Twenty-four years and six Oscar nominations and one Academy Award later, forty-five-year-old Kate Winslet is visibly older in “Mare of Easttown,” but more than ever an acting force of nature. The main character “Mare” played by her is miles away from a world where kisses are still worth something. One has hardly ever seen Winslet embody a role in a more painless, edgier and at the same time more vulnerable way. Director Craig Zobel, who has directed all seven episodes of the series, provides the perfect stage for the actress to do so – as does Brad Ingelsby’s finely chiseled script.
Teaser “Mare of Easttown” | © HBO / YouTube
Still, don’t be fooled by the adulation in the press regarding Kate Winslet’s worn out appearance. It has less to do with courage than you might think. Yes, Winslet is no longer twenty and the physical appearance of the role she plays is admittedly reminiscent of an Icelandic pony, and not just in terms of tenacity and resilience.
Still, there are no coincidences in film and series. Just as there is no shooting without makeup. Kate Winslet is as beguiling a beauty in real life at premieres and events. Her broken look is part of the role – and is also deliberately broken a few times within the series.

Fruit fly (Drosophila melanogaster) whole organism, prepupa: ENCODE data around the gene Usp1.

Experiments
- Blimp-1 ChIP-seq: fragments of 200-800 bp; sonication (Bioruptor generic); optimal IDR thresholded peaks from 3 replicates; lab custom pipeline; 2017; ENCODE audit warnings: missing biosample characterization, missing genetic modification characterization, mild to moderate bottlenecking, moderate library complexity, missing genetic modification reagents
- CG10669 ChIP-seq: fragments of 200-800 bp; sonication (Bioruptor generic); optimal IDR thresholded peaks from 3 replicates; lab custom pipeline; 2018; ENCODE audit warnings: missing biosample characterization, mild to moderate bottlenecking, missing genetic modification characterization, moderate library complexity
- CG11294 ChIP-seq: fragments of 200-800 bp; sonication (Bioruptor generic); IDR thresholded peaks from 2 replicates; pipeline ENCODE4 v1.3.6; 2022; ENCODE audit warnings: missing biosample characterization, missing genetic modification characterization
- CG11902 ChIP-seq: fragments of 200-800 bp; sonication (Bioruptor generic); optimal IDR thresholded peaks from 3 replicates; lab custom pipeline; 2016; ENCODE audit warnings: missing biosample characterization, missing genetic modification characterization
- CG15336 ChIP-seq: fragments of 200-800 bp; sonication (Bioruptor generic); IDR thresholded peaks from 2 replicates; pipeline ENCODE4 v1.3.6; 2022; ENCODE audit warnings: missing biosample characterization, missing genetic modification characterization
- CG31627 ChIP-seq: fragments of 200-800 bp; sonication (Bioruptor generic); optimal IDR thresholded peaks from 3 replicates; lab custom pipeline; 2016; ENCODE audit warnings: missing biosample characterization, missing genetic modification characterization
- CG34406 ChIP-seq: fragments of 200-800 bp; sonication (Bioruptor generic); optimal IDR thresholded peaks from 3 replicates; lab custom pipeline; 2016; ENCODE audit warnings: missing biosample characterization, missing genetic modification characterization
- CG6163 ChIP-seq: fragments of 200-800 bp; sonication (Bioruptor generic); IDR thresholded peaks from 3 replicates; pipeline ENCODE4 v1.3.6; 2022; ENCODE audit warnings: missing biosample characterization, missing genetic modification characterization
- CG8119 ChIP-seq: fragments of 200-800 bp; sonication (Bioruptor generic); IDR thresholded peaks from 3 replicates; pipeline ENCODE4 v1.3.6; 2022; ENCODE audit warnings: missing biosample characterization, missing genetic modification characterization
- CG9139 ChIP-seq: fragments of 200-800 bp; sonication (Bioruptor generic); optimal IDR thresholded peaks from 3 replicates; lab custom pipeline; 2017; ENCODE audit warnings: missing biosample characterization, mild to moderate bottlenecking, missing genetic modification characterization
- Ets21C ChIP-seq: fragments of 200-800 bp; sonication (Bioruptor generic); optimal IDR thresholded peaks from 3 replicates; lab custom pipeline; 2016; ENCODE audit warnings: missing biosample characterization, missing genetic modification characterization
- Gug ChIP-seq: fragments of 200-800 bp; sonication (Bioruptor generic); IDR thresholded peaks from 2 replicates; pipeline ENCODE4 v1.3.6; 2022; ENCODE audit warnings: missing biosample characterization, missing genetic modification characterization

It is the privilege and fate of great performers to merge with their role to the point where the general public is no longer able to distinguish between art figure and reality. Winslet isn’t the first and won’t be the last actress to prove her changeability. Remember Charlize Theron, who radically broke with her image as a dream woman in the feature film “Monster” (2003) and lent her face and body to physical decay for the role of a murderess.
“Mare of Easttown is unique. But not unique. The series follows in the footsteps of television series like “True Detective” (2014-present) and “Top of the Lake” (2014 – 2017). This with bravura and at eye level. If you like the mystery and crime genres, you can’t afford to miss the seven episodes of “Mare”, each lasting about sixty minutes.
Sister in spirit: